Speaker 2:

Oh, let's move on. We talked about social media. Let's talk about the fast paced lives we have. You know, and I think also, along with that, fast words are we. Are they growing up too fast? Are they getting responsibilities too early? Are we? Are we not letting them be kids?

Speaker 4:

Sure, I think. I think not to go back to social media, but I think that that definitely plays a role in them growing up fast as well.

Speaker 3:

Oh right.

Speaker 4:

I remember being a kid and I didn't really know what a name ran was, until I was in high school and now my 10 year old. Her entire Christmas list was Lulu, lemon or Stan Lee's, and you know different face products, and so it's just a different world, like when I was in fifth grade I was worried about a soccer game. I wasn't worried about what face wash I was using.

Speaker 2:

The face wash has become an issue in this household.

Speaker 4:

So Brad and I recently and our families went to the beach together and our daughters like could have opened a Sephora with all the makeup and face products that they brought. But my point is, they see this stuff on these sites and then they they don't even know why they want them other than everybody else has that by these influencers.

Speaker 1:

Yeah, you're right, it was great.

Speaker 2:

Use it, buy it, and so before it was just a commercial on TV. So the only time you saw a commercial or saw anything. And what they don't realize is that those influencers are basically commercials.

Speaker 1:

Yes, that's what they're doing.

Speaker 2:

They're, they're, they're getting into your mind.

Speaker 1:

They're selling, they're selling.

Speaker 3:

They're selling.

Speaker 2:

So what do we do? What do we do? Do we limit the screen time, do we? Yes, you do you put like those blocks on and stuff.

Speaker 4:

Yeah yeah, perennial blocks are really good, any way that you can limit it.

Speaker 2:

I think you just showed Jess how to do that. You told her how to do a block, like how to stop that Right.

Speaker 4:

You can have it shut off at a certain time every night I use it sometimes as a reward, although when my daughter has the opportunity to play with Catherine, we don't worry about.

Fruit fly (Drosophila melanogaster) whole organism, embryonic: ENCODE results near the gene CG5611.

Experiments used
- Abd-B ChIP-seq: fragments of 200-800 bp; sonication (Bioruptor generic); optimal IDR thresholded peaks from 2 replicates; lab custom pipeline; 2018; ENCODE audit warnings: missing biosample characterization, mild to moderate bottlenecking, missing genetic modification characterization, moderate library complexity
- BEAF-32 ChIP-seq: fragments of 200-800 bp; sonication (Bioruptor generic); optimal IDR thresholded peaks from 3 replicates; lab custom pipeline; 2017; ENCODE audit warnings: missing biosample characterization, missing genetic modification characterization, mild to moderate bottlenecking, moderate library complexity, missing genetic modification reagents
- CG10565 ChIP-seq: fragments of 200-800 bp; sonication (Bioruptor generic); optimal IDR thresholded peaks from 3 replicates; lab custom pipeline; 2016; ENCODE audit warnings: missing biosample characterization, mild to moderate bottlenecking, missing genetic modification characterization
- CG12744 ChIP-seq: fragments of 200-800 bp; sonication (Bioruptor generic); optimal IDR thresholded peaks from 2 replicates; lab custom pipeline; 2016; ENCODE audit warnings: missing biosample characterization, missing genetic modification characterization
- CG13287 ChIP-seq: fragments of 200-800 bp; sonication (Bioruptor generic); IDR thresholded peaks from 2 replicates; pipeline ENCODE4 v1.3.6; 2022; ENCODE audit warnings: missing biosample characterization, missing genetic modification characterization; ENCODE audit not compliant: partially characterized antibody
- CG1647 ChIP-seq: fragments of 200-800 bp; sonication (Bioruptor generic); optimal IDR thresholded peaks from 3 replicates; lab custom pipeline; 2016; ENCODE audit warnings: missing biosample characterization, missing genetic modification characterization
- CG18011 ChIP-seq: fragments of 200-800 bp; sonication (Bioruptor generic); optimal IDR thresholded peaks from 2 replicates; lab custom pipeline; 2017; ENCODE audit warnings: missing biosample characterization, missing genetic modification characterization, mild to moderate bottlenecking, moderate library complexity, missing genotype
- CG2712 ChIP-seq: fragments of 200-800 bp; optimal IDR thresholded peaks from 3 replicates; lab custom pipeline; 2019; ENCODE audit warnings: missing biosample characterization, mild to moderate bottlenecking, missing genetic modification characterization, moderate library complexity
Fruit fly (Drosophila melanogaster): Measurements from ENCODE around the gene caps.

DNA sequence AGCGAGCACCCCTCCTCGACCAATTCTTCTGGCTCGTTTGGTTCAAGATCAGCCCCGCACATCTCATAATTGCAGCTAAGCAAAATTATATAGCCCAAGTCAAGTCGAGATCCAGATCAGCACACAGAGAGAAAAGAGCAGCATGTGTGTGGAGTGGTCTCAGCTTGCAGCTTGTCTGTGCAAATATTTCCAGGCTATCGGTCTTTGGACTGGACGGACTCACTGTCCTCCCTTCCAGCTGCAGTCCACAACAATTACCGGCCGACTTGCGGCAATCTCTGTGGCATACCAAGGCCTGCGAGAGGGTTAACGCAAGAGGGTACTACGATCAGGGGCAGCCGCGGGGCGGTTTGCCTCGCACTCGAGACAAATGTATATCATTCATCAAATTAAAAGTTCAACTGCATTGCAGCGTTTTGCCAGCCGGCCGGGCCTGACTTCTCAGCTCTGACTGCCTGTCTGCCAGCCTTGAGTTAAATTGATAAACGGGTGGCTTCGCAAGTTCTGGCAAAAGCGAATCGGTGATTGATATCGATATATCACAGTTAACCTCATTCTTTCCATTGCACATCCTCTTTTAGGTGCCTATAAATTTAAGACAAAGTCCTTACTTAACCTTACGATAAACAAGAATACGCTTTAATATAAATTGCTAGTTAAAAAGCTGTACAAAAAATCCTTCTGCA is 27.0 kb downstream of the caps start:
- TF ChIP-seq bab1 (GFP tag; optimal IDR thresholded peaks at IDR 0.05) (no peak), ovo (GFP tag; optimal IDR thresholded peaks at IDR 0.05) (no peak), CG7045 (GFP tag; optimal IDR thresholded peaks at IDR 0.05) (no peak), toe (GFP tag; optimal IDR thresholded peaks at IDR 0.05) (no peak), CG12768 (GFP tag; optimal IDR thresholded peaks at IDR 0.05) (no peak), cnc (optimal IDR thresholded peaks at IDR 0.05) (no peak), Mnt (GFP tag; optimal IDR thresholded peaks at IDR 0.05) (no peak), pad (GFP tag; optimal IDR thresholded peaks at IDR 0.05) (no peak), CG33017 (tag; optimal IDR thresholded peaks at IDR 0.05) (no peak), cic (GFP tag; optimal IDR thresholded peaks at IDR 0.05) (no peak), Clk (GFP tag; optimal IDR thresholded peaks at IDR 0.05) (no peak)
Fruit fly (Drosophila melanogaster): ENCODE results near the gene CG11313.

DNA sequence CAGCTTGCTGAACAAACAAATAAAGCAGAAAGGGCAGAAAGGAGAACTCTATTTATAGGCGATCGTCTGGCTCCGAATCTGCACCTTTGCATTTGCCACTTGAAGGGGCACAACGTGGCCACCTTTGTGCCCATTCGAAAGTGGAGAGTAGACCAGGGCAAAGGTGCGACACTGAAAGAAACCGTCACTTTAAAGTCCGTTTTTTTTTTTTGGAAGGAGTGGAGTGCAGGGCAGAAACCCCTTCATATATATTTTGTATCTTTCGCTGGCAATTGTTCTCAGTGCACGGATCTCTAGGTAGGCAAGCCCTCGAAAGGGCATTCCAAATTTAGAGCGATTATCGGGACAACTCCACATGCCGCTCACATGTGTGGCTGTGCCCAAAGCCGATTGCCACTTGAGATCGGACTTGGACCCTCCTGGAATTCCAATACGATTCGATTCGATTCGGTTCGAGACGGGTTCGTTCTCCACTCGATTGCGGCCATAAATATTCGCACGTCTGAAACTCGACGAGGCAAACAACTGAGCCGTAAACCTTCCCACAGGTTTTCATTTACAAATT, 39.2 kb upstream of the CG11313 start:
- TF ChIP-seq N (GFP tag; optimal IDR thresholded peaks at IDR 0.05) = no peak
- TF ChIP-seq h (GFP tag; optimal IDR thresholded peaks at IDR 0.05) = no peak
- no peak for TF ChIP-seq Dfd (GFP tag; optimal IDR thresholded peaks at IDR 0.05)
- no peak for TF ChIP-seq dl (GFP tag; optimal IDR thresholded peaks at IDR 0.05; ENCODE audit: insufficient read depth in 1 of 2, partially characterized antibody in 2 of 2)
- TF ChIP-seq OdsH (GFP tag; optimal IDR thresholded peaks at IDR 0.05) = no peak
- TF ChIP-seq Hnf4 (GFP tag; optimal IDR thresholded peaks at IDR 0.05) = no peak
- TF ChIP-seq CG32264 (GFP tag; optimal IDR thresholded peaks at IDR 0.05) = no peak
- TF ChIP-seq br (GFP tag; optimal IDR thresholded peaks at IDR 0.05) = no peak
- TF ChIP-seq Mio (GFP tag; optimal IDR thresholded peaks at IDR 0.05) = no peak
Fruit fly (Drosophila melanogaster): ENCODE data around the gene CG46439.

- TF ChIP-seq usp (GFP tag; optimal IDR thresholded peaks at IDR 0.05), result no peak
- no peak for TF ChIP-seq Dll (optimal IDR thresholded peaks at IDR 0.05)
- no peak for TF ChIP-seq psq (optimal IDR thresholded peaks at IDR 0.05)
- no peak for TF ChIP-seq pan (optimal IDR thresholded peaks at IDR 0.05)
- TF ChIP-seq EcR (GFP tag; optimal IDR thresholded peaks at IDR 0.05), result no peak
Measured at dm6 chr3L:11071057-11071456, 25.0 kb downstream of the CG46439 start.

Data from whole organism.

Speaker 3:

Yeah, we don't need the screen time.

Speaker 4:

So I think, just really being mindful of the sites that your kids are on as well as limiting their time on those sites, watching the time of day that they're on them. The worst thing you can do any of us can do is to be on some kind of device right before bed. Yeah Right, If we're trying to go to bed and we're on these devices, it's stimulating our brains and we're going to have a harder time falling asleep.

Speaker 2:

So true, and I've heard that before. I've dealt with anxiety over my life at different times and, what's interesting, one of the things that they talked about was sleep. Was that making sure your brain knows that the bed is for sleep?

Speaker 1:

Yes.

Speaker 2:

Because if you're watching TV, if you're on your phone doing those things, your subconscious doesn't know that it just thinks it's an everyday place. It doesn't know that it's a place to sleep, so you have to train yourself to know that that's a place to sleep. So it's an interesting point, and a lot of us do it, though. Who here has their phone next to their bed? Oh, even the therapist. I'm guilty of it, but we use it for alarms.

Speaker 1:

Exactly, we use it for weather. We were buying them for a lot of things, for weather, right.

Speaker 2:

You know the kids getting called off for snow things. It's funny how this is all coming back to screen time. Interesting right.

Speaker 3:

I think the other thing, in addition to limiting, is educating them. So just talking to your kids and knowing Good point, just educating them on that.

Speaker 2:

Everything that you see is not real, yeah, and you know it's funny too, and not to interrupt you and you go back to it. But what's interesting that you said that, because it brought up something for me, is that you know when Jess, my wife, jess, I have to always say my wife Jess, because we have another Jess here. And when she says to Catherine hey, you've been on for five hours today. Even Catherine is upset about that, you know what I mean. She'll hear that number and go oh my gosh, that's way too much. So, it's true, just having that conversation and not yelling about it, just saying hey. By the way, you were on there for four hours today. Think about what else you could have done those four hours.